The fossil human footprints known as “Ciampate del diavolo”, which is a vernacular expression translatable into “Devil’s Trails”, are preserved on a surface of Brown Leucitic Tuff, ascribable to the second eruptive phase of the Roccamonfina volcano, which was predominantly of the Plinian and sub-Plinian type. On a surface that had since cooled down but was still plastic, during the normal process of alteration of the volcanic deposit, hominines and animals walked, leaving their footprints there. The fossilization of these traces was made possible by the fine materials of the fall-out that filled the cavities produced, allowing them to dry out, before a successive pyroclastic flow definitively buried them, preserving them until our days. The definitive lithification of the pyroclastic deposit is due to the presence of new formation minerals of the zeolites group which, the vulcanologists of the research team, have identified in K-Cabasite and Phillipsite. Given the considerable extension of the formations of Brown Leucitic Ruff of the same period and with the same chemical composition, the researchers have hypothesized that the “Ciampate del diavolo” may not be an isolated fact, but that there may be others scattered at some other point in the volcanic area. So far they have not been found, but the possibility still exists. The difficulty of finding other footsteps, even in the immediate vicinity of the “Ciampate del diavolo”, is due to the fact that the lithification of pyroclastic deposits was not homogeneous: very compact tuff formations alternate with large areas in which material crumbles with great ease. This lack of homogeneity is common to both the impressed unit and the sealing one and this is precisely why some of the preserved footprints may have been re-exposed. In fact, a series of torrential rains that occurred in the first thirty years of the nineteenth century, which caused serious damage to local civic and productive facilities, accelerated a downhill landslide of the debris blanket that had covered the fossil footprints which were then brought back to light. According to quite common lore among the local peasant traditional culture, the inhabitants of the place interpreted the catastrophic natural events as a sort of divine punishment for unspecified sins and identified the devil as the punisher, because he was seen as the only being who was able to walk along incandescent volcanic materials without burning himself. The same people thus interpreted the great cavities containing the actual fossil footprints as the footprints of the devil himself, thus giving birth to the legend of the “Ciampate del diavolo” (“Devil’s Trails”), which captured the local popular imagination, fuelling suggestions and hypotheses, and had survived until the day of the intuition of two researchers of the territory, which occurred on August 4th, 2001 giving rise to an extraordinary scientific discovery.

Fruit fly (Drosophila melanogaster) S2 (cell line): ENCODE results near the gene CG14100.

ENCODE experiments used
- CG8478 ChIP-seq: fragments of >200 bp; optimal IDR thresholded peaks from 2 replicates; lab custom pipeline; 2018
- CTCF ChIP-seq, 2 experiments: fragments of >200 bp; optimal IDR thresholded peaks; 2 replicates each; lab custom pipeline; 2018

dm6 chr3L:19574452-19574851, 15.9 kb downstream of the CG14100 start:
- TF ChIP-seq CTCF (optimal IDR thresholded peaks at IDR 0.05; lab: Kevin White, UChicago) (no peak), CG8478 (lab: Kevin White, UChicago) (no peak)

Further reading